Building a company from scratch is one of the most rewarding tasks a businessman can undertake. However there must be nothing more frustrating than watching your hard work and dedication slip after your departure.
In August this year the instigator of Cellnet’s ascent as a significant player in the distribution landscape, Stephen Harrison, returned to the helm after a two year period out of the firm’s day-to-day running.
Harrison had previously run the company since its inception in the early ‘90s. In May 2005 Harrison resigned as managing director of Cellnet, but maintained his interest in the firm as a major shareholder. In the two years which followed his departure, Harrison’s replacement, Adam Davenport, oversaw a rocky period for Cellnet with some of the firm’s fiscal results falling short of the market’s expectations.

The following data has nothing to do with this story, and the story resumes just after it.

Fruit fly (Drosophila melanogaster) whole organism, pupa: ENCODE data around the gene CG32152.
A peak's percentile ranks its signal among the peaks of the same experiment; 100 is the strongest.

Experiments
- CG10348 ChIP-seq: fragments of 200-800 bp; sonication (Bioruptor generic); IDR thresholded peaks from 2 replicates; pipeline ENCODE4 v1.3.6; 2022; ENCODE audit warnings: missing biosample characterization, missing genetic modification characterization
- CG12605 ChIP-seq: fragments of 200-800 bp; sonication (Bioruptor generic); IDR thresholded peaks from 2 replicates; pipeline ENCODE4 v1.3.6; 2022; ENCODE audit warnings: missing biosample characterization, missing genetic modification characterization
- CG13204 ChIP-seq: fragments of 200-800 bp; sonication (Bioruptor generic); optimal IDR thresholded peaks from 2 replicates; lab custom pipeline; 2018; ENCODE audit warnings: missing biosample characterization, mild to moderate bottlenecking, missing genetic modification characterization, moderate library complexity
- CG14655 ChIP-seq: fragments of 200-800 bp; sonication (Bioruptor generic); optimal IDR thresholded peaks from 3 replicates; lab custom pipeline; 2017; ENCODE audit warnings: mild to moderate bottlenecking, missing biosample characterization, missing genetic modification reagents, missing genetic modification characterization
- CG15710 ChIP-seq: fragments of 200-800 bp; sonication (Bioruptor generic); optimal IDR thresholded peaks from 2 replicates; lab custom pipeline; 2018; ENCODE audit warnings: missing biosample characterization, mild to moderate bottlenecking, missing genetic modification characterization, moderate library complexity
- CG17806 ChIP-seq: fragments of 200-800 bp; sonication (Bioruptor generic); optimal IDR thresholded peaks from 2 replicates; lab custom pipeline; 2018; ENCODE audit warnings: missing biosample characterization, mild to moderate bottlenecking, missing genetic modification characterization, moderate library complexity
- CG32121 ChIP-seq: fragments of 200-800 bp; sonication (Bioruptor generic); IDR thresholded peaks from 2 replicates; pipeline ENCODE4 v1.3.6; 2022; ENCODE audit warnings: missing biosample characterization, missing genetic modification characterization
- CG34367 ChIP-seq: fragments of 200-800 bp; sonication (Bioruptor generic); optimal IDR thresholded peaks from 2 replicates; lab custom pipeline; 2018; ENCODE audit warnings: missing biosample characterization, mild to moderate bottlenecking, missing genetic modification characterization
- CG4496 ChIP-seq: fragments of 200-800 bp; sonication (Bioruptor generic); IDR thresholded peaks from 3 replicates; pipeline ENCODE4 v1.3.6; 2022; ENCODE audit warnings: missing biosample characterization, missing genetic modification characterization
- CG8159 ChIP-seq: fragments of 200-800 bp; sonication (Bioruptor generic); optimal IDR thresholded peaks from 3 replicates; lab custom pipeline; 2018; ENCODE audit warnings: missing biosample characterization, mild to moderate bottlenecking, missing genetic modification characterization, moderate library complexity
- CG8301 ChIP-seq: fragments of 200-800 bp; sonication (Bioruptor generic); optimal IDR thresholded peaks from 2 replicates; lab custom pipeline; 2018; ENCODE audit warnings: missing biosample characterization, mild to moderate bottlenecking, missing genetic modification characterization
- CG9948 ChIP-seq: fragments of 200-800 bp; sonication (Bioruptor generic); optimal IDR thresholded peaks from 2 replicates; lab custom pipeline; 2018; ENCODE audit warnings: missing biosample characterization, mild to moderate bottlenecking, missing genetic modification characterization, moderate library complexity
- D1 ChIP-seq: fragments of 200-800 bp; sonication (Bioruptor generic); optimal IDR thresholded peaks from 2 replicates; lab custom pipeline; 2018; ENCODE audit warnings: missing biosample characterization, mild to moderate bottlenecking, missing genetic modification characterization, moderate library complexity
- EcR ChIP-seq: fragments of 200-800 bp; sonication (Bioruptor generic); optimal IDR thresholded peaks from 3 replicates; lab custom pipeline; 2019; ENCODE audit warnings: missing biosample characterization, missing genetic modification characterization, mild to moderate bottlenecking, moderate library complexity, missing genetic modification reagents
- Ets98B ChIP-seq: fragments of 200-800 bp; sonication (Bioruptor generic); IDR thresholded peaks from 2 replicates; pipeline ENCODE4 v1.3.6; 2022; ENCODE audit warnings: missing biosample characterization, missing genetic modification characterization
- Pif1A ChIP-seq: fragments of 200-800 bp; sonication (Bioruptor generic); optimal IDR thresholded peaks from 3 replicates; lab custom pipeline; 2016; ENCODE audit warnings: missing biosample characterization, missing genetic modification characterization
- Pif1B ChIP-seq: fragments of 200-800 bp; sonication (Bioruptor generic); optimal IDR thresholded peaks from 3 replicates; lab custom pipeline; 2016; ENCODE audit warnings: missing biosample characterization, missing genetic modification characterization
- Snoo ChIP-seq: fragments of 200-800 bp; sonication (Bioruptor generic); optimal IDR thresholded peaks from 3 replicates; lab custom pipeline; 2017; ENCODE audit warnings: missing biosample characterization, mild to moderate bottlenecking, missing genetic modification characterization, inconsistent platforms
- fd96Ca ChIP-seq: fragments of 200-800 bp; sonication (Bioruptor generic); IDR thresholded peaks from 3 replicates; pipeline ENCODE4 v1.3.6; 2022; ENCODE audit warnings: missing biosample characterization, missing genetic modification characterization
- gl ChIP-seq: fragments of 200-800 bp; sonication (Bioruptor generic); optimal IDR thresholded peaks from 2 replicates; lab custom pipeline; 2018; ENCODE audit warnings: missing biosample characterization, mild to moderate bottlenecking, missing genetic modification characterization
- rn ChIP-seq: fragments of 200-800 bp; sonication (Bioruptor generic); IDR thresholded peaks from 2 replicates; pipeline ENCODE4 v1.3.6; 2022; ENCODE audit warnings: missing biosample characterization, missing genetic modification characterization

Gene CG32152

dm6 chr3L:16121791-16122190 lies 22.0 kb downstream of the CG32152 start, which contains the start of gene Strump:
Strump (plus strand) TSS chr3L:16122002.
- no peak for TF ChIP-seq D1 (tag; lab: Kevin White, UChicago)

Cue Davenport’s recent departure and the return of Harrison as managing director and fellow founder, Mel Brookman, returning as sales director. Their task? To overhaul a business that grew from a $1000 a head investment from Harrison and Brookman to become a national distributor.
From small seeds
Harrison arrived in Australia as a 21-year-old on a working holiday Visa, but like many an English arrival he chose to stay down under. Driven by a sales orientated mentality, Harrison formed Cellnet in the early ‘90s
“We saw a big opportunity in mobile phone accessories as no one was doing that at the time. We both put in $1,000 and grew the business from there. We kept putting money back in the business and expanding. It started in Brisbane before growing into Sydney, then Victoria,”